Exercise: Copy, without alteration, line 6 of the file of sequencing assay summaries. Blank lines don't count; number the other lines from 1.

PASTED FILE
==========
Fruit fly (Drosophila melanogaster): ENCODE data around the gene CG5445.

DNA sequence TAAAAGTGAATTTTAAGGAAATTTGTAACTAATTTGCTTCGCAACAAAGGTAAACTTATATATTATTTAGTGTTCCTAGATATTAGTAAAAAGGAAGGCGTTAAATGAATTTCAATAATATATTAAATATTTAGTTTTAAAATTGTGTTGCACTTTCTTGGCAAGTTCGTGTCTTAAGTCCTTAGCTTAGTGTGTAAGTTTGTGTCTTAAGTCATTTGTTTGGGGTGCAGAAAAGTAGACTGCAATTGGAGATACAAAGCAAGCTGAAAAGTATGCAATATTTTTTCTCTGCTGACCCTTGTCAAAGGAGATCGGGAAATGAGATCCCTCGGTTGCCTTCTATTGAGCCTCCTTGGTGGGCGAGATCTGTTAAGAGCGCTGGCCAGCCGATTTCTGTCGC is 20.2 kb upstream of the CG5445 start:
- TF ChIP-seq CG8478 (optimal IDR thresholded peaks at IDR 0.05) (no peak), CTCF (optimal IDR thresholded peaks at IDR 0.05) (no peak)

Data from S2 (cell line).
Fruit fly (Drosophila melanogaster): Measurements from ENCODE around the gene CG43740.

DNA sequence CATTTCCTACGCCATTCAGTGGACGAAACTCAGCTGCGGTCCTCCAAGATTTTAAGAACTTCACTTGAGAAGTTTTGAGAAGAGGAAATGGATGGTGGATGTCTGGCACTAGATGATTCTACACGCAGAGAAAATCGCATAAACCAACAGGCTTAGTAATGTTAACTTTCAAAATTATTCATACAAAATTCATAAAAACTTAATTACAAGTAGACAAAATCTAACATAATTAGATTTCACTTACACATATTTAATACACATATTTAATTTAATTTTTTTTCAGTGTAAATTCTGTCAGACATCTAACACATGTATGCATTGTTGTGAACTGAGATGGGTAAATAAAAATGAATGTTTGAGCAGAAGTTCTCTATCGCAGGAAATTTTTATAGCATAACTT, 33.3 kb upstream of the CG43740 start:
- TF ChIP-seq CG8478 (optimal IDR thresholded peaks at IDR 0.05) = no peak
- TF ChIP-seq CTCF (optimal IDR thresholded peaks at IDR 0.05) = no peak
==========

DNA sequence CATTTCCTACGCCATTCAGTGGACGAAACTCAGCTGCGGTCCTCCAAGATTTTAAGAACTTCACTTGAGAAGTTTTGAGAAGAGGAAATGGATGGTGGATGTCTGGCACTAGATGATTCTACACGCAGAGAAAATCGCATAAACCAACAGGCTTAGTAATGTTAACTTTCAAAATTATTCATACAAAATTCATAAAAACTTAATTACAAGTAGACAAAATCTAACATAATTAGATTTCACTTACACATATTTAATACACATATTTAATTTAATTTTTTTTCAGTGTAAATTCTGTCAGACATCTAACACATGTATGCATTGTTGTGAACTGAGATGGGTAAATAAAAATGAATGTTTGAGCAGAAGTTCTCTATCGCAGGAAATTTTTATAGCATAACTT, 33.3 kb upstream of the CG43740 start: